Concealed-Carry Gun Bill Moves Closer to House Vote

October 27, 2011 - 11:55 AM
Concealed gun carry on campus

(AP photo)

(CNSNews.com) – The House Judiciary Committee, on a 19-10 vote Tuesday, sent to the House floor a bill that would make it legal for a gun owner who obtains a concealed-carry license in one state to carry a concealed gun in all 49 states where that practice is legal.

The measure is being called an infringement of state authority by gun-control activists, but Second Amendment supporters say it is public safety issue.

The National Right-to-Carry Reciprocity Act of 2011 would permit anyone with a state license to carry a concealed firearm to do so in any state which allows concealed-carry permits, and in any state that does not prohibit concealed firearms.  The House Judiciary Committee on Tuesday ratified amendments to the bill and reported it to the House.

The Brady Campaign to Prevent Gun Violence, a gun-control activist group, which has led opposition to the law, said on its Web site that H.R. 822 would “override state laws” by allowing people to carry concealed weapons without having “met basic licensing or training requirements mandated for carrying in that state.”

A spokesperson for the Coalition to Stop Gun Violence, meanwhile, said that the law would be a ‘license’ for some people to break state concealed-carry regulations.

“H.R. 822 not only allows someone who would violate your standards for concealed-carry screening, but also someone who violates your possession standards to come in your state with a concealed handgun,” Ladd Everitt, director of communications for the coalition, told CNSNews.com.

“So you might have someone who bought a handgun through a private sale in another state where they never even had to undergo a background check and then got a mail-order license from Utah carrying on your streets,” Everitt said.  “What does California law enforcement know about that person? Nothing.”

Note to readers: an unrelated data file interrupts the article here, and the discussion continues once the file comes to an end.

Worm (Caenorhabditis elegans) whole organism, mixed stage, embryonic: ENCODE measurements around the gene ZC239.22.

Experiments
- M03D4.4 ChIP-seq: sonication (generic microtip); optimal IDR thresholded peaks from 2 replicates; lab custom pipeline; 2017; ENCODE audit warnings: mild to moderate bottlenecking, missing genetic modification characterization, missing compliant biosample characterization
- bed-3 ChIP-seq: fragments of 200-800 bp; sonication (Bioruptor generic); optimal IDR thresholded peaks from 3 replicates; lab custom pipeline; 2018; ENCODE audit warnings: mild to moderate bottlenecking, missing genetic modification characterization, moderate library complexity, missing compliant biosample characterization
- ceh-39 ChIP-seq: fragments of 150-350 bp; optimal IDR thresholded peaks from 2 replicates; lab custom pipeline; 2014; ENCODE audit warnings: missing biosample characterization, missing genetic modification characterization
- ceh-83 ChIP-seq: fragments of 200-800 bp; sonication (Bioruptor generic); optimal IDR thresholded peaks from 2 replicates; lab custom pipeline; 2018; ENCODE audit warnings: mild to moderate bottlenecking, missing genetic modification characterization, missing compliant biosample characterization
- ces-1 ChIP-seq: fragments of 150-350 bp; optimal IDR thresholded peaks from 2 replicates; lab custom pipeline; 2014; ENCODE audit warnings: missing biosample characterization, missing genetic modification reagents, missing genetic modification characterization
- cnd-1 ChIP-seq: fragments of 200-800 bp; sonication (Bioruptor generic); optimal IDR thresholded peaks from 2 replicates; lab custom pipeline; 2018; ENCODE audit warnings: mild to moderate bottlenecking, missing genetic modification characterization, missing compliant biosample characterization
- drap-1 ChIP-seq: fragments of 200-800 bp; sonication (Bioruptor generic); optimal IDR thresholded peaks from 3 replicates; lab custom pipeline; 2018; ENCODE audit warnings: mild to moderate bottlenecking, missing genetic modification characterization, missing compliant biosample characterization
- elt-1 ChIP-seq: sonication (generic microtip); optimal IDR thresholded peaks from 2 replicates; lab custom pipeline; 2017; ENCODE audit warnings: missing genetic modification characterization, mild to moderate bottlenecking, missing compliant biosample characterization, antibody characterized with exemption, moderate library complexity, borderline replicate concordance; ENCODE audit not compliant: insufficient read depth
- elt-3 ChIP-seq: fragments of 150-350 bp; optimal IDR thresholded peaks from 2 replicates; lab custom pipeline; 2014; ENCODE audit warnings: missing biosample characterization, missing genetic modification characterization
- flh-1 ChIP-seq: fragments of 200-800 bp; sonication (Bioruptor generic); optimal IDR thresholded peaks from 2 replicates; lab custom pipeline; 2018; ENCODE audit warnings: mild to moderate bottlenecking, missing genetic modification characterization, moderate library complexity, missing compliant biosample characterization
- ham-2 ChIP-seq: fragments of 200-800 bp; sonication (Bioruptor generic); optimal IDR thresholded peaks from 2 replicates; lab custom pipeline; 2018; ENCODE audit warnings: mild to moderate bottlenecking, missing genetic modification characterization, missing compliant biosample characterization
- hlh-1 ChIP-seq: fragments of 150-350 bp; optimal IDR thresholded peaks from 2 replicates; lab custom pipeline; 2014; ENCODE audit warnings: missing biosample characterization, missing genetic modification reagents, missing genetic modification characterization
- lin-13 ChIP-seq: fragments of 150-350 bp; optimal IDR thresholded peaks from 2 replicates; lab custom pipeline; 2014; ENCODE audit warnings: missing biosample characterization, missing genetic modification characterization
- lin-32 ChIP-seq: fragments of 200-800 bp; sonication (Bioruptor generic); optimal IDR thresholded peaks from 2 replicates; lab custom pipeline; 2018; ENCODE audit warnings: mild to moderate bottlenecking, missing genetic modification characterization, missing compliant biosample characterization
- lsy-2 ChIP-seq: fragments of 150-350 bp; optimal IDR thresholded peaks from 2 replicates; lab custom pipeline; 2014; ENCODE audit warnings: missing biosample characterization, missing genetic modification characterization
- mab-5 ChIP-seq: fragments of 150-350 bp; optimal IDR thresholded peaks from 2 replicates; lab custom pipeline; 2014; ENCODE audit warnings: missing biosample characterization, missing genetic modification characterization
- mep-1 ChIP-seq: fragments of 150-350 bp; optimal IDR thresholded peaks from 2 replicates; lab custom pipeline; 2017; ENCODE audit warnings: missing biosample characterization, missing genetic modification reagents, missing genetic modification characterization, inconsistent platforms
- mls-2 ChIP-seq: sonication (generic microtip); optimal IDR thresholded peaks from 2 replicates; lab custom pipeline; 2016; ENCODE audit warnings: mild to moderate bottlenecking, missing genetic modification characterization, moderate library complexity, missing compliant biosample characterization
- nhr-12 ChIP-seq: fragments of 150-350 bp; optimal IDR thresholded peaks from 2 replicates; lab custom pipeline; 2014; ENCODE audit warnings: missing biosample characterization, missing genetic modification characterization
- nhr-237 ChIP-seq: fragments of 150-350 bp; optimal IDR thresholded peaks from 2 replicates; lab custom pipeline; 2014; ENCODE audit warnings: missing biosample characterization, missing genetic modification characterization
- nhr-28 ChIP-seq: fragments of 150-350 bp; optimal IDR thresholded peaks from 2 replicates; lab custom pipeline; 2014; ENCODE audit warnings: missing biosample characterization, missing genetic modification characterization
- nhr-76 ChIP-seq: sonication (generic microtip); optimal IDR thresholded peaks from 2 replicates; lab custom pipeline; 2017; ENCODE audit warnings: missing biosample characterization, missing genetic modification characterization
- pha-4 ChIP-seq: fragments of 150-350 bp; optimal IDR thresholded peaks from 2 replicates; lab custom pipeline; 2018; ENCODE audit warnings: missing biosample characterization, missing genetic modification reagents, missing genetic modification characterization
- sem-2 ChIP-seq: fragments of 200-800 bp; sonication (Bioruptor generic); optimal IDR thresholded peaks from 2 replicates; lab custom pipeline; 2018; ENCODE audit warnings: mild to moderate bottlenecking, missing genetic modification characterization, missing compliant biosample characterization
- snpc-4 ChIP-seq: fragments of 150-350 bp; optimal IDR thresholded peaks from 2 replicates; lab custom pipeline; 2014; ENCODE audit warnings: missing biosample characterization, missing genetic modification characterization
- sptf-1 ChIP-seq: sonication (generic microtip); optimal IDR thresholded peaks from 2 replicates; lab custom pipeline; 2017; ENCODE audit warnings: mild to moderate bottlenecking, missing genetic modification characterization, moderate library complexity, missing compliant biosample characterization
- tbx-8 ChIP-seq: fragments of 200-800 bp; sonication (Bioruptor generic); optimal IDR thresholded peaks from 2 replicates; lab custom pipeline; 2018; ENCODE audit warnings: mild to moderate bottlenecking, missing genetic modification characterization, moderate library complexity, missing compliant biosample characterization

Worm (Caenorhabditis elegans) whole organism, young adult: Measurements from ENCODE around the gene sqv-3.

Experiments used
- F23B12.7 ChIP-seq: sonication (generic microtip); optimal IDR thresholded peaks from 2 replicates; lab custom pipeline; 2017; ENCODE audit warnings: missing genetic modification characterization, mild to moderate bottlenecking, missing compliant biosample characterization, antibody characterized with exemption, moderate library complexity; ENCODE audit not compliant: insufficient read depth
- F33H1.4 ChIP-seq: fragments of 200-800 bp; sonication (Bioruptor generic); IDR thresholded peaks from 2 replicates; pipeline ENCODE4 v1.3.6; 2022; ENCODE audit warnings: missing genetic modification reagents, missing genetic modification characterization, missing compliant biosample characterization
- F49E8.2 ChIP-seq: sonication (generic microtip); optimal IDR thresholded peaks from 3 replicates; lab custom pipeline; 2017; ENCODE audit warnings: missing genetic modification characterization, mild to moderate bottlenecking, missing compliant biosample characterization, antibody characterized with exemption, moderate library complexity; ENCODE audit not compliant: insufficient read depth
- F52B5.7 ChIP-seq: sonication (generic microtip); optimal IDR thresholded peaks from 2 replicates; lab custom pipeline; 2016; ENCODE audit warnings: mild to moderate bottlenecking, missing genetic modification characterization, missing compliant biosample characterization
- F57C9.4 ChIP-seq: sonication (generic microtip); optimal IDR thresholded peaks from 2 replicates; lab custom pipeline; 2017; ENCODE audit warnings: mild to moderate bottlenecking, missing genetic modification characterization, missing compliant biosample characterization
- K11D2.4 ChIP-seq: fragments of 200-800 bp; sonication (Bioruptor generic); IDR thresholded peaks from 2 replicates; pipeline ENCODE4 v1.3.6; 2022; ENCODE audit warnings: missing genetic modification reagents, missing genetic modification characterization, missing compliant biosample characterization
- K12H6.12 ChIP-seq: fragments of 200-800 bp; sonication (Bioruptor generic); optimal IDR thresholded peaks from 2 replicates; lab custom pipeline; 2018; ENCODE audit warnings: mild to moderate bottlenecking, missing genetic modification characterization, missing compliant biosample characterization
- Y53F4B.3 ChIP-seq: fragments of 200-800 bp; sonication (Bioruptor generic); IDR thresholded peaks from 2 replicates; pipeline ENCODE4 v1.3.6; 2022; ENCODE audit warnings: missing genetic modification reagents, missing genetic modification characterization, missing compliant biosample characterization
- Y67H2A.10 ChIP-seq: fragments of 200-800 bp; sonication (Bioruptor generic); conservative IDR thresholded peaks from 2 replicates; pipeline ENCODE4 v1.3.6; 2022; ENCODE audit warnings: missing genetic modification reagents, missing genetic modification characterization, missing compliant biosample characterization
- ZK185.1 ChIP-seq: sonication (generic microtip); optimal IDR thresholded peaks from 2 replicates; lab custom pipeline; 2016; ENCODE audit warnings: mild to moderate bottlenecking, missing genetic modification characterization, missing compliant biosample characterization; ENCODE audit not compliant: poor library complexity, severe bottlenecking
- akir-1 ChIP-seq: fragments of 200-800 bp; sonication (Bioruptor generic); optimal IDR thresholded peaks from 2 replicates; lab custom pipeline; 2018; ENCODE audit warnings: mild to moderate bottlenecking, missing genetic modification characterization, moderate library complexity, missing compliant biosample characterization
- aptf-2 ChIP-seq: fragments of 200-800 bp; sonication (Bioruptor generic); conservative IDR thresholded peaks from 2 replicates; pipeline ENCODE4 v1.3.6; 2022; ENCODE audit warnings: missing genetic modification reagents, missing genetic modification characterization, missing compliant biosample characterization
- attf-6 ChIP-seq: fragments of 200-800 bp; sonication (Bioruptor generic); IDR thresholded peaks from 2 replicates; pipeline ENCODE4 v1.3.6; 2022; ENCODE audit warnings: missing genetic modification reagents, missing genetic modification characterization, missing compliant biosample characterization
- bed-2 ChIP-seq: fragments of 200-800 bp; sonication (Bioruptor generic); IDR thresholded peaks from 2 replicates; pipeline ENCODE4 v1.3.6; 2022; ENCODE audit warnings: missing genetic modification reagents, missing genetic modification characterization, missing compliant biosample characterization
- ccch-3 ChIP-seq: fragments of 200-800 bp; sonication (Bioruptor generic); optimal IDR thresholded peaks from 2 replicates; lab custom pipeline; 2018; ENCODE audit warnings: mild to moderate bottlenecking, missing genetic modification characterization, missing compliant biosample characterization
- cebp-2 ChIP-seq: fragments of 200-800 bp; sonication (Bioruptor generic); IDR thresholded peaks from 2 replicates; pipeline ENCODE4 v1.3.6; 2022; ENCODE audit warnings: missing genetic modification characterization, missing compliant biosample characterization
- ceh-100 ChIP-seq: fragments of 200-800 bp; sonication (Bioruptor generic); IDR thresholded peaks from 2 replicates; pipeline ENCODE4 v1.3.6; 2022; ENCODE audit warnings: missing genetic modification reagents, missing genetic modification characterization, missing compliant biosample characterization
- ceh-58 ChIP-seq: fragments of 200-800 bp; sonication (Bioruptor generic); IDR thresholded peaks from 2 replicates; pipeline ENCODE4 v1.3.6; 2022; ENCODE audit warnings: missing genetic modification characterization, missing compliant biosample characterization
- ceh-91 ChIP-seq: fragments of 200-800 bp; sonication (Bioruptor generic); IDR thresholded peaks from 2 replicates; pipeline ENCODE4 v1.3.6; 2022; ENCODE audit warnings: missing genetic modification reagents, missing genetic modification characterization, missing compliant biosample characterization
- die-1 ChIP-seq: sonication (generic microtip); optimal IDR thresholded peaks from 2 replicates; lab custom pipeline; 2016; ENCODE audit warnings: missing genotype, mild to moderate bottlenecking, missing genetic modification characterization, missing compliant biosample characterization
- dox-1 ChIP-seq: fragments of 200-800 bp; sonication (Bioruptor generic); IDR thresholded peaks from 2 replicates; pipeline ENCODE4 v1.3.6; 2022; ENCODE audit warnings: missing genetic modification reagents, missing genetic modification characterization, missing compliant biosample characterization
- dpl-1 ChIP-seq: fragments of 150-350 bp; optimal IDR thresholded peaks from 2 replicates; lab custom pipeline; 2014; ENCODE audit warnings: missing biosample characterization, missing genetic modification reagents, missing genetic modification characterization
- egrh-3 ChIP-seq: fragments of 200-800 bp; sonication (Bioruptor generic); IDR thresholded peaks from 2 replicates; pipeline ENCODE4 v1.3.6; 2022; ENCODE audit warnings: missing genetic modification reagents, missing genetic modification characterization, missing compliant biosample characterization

But the National Rifle Association told CNSNews.com that the bill did not cause a conflict, since states still set their own concealed-carry standards.

“It does not change any state laws; the states will still be responsible for creating their own gun laws,” said Rachel Parsons, a media spokesperson for the NRA. “They will still be responsible for maintaining their own processes in which to get a concealed carry permit,”

The NRA also argues that the bill enhances Second Amendment rights.

“We think that allowing law-abiding people who have gone through all the legal channels to get a concealed carry permit should be able to use those firearms should they need to in the event of self-defense, and we don’t think that arbitrary lines should stop your Second Amendment freedoms,” Parsons said.

Larry Pratt, executive director of the Gun Owners Association of America, said that the bill would make interstate travel safer -- especially for long-haul truckers.

“If a potential criminal or an actual criminal can see for whatever reason that you’re a visitor, and he’s pretty sure that you’re not carrying a gun, that increases your odds of having trouble,” said Pratt.

Congressmen on both sides of the aisle support the measure – but some well-known supporters have reconsidered their positions.

Rep. Dan Lungren (R-Calif.) broke with his party and voted against the bill during the Tuesday committee vote. Lungren told the press in his home state that the bill didn’t strike a good balance between gun rights and state’s rights.

Rep. Steve Cohen (D-Tenn.), withdrew his support from the bill on Oct. 12, saying that it was repugnant to his view of state rights.

The bill must still pass both the House and the Senate before it could be sent to the president’s desk to become law. In 2009, a similar bill died in the Senate.